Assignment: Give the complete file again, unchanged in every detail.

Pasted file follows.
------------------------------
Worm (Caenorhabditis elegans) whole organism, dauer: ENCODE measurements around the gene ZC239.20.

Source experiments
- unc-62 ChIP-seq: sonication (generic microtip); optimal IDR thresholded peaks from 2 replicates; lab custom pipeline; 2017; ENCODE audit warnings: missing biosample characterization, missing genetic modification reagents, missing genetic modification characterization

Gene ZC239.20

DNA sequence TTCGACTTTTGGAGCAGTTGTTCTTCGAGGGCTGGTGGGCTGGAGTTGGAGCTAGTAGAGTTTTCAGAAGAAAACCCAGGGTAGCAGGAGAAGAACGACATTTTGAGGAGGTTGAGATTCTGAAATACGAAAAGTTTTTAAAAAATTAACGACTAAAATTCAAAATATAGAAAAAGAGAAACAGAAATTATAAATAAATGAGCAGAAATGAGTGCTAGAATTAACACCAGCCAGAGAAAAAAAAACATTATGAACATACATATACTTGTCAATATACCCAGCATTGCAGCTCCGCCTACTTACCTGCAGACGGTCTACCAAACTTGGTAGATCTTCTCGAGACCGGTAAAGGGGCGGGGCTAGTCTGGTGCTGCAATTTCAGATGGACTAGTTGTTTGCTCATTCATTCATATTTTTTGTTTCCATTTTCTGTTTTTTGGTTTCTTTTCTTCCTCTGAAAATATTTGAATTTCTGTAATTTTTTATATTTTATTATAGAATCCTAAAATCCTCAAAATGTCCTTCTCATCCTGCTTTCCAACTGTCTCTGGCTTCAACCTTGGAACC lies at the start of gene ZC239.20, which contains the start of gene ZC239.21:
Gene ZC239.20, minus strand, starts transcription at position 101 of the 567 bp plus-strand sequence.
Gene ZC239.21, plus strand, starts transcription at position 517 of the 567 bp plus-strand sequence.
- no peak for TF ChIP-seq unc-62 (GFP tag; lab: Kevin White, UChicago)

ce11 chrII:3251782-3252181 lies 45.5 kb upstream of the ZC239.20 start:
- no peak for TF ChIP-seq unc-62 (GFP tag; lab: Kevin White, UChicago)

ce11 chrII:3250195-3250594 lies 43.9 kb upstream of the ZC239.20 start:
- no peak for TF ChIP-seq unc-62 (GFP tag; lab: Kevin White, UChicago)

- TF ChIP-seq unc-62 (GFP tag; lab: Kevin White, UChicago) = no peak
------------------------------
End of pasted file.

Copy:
Worm (Caenorhabditis elegans) whole organism, dauer: ENCODE measurements around the gene ZC239.20.

Source experiments
- unc-62 ChIP-seq: sonication (generic microtip); optimal IDR thresholded peaks from 2 replicates; lab custom pipeline; 2017; ENCODE audit warnings: missing biosample characterization, missing genetic modification reagents, missing genetic modification characterization

Gene ZC239.20

DNA sequence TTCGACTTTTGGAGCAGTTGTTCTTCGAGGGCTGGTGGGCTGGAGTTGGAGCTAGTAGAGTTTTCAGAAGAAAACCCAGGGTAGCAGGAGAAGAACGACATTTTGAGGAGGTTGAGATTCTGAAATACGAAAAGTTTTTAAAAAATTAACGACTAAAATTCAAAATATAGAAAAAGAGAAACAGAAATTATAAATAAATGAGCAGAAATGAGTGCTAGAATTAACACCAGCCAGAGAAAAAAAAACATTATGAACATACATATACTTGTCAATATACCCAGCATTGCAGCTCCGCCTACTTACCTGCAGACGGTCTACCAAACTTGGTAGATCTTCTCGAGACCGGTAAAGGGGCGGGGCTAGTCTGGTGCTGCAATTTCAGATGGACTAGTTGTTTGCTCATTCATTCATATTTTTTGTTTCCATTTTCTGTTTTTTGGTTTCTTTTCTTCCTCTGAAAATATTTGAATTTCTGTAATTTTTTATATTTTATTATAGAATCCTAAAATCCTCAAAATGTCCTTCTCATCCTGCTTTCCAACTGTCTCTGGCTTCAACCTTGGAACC lies at the start of gene ZC239.20, which contains the start of gene ZC239.21:
Gene ZC239.20, minus strand, starts transcription at position 101 of the 567 bp plus-strand sequence.
Gene ZC239.21, plus strand, starts transcription at position 517 of the 567 bp plus-strand sequence.
- no peak for TF ChIP-seq unc-62 (GFP tag; lab: Kevin White, UChicago)

ce11 chrII:3251782-3252181 lies 45.5 kb upstream of the ZC239.20 start:
- no peak for TF ChIP-seq unc-62 (GFP tag; lab: Kevin White, UChicago)

ce11 chrII:3250195-3250594 lies 43.9 kb upstream of the ZC239.20 start:
- no peak for TF ChIP-seq unc-62 (GFP tag; lab: Kevin White, UChicago)

- TF ChIP-seq unc-62 (GFP tag; lab: Kevin White, UChicago) = no peak